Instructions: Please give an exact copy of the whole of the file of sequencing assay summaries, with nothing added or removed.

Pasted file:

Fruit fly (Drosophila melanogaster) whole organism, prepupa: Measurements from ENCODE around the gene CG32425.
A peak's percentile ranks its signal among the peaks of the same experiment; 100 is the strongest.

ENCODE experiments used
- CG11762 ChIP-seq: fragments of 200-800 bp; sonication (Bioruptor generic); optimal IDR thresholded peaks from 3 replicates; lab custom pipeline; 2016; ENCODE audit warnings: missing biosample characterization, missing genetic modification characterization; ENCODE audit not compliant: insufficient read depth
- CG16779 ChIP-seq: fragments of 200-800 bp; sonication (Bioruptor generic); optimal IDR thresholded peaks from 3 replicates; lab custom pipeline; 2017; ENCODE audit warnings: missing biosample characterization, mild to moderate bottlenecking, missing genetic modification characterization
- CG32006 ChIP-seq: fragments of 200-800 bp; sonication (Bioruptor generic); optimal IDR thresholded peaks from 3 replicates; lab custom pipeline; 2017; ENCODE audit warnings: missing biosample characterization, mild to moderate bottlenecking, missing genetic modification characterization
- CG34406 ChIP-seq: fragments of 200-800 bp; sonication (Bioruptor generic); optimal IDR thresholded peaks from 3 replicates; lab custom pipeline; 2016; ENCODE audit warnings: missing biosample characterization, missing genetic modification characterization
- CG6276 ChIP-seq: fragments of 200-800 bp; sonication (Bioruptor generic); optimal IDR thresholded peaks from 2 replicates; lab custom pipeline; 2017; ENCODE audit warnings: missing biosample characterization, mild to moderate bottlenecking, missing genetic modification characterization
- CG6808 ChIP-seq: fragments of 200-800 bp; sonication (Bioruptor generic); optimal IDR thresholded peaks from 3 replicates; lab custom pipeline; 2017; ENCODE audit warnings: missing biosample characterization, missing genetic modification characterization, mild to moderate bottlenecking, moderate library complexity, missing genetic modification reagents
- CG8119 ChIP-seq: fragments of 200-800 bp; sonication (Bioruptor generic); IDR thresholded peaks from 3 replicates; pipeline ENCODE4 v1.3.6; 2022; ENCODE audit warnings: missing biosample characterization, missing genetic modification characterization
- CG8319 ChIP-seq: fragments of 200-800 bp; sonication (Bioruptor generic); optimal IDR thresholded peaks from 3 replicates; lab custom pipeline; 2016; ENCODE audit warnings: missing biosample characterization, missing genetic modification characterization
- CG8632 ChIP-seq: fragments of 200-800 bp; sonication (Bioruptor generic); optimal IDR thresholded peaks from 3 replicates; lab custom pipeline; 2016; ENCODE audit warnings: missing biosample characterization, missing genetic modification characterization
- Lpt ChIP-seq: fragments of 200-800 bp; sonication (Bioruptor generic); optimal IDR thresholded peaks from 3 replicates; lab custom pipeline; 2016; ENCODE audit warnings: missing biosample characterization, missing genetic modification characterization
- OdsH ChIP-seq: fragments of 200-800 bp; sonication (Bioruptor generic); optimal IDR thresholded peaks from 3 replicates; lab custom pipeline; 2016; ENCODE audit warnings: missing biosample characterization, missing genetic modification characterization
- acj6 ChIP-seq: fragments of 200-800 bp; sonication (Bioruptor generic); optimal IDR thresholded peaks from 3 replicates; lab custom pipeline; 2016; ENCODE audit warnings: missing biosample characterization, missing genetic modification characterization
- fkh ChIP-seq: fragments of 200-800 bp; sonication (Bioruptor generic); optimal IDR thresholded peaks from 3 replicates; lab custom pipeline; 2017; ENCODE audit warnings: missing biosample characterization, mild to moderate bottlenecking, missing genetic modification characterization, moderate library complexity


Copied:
Fruit fly (Drosophila melanogaster) whole organism, prepupa: Measurements from ENCODE around the gene CG32425.
A peak's percentile ranks its signal among the peaks of the same experiment; 100 is the strongest.

ENCODE experiments used
- CG11762 ChIP-seq: fragments of 200-800 bp; sonication (Bioruptor generic); optimal IDR thresholded peaks from 3 replicates; lab custom pipeline; 2016; ENCODE audit warnings: missing biosample characterization, missing genetic modification characterization; ENCODE audit not compliant: insufficient read depth
- CG16779 ChIP-seq: fragments of 200-800 bp; sonication (Bioruptor generic); optimal IDR thresholded peaks from 3 replicates; lab custom pipeline; 2017; ENCODE audit warnings: missing biosample characterization, mild to moderate bottlenecking, missing genetic modification characterization
- CG32006 ChIP-seq: fragments of 200-800 bp; sonication (Bioruptor generic); optimal IDR thresholded peaks from 3 replicates; lab custom pipeline; 2017; ENCODE audit warnings: missing biosample characterization, mild to moderate bottlenecking, missing genetic modification characterization
- CG34406 ChIP-seq: fragments of 200-800 bp; sonication (Bioruptor generic); optimal IDR thresholded peaks from 3 replicates; lab custom pipeline; 2016; ENCODE audit warnings: missing biosample characterization, missing genetic modification characterization
- CG6276 ChIP-seq: fragments of 200-800 bp; sonication (Bioruptor generic); optimal IDR thresholded peaks from 2 replicates; lab custom pipeline; 2017; ENCODE audit warnings: missing biosample characterization, mild to moderate bottlenecking, missing genetic modification characterization
- CG6808 ChIP-seq: fragments of 200-800 bp; sonication (Bioruptor generic); optimal IDR thresholded peaks from 3 replicates; lab custom pipeline; 2017; ENCODE audit warnings: missing biosample characterization, missing genetic modification characterization, mild to moderate bottlenecking, moderate library complexity, missing genetic modification reagents
- CG8119 ChIP-seq: fragments of 200-800 bp; sonication (Bioruptor generic); IDR thresholded peaks from 3 replicates; pipeline ENCODE4 v1.3.6; 2022; ENCODE audit warnings: missing biosample characterization, missing genetic modification characterization
- CG8319 ChIP-seq: fragments of 200-800 bp; sonication (Bioruptor generic); optimal IDR thresholded peaks from 3 replicates; lab custom pipeline; 2016; ENCODE audit warnings: missing biosample characterization, missing genetic modification characterization
- CG8632 ChIP-seq: fragments of 200-800 bp; sonication (Bioruptor generic); optimal IDR thresholded peaks from 3 replicates; lab custom pipeline; 2016; ENCODE audit warnings: missing biosample characterization, missing genetic modification characterization
- Lpt ChIP-seq: fragments of 200-800 bp; sonication (Bioruptor generic); optimal IDR thresholded peaks from 3 replicates; lab custom pipeline; 2016; ENCODE audit warnings: missing biosample characterization, missing genetic modification characterization
- OdsH ChIP-seq: fragments of 200-800 bp; sonication (Bioruptor generic); optimal IDR thresholded peaks from 3 replicates; lab custom pipeline; 2016; ENCODE audit warnings: missing biosample characterization, missing genetic modification characterization
- acj6 ChIP-seq: fragments of 200-800 bp; sonication (Bioruptor generic); optimal IDR thresholded peaks from 3 replicates; lab custom pipeline; 2016; ENCODE audit warnings: missing biosample characterization, missing genetic modification characterization
- fkh ChIP-seq: fragments of 200-800 bp; sonication (Bioruptor generic); optimal IDR thresholded peaks from 3 replicates; lab custom pipeline; 2017; ENCODE audit warnings: missing biosample characterization, mild to moderate bottlenecking, missing genetic modification characterization, moderate library complexity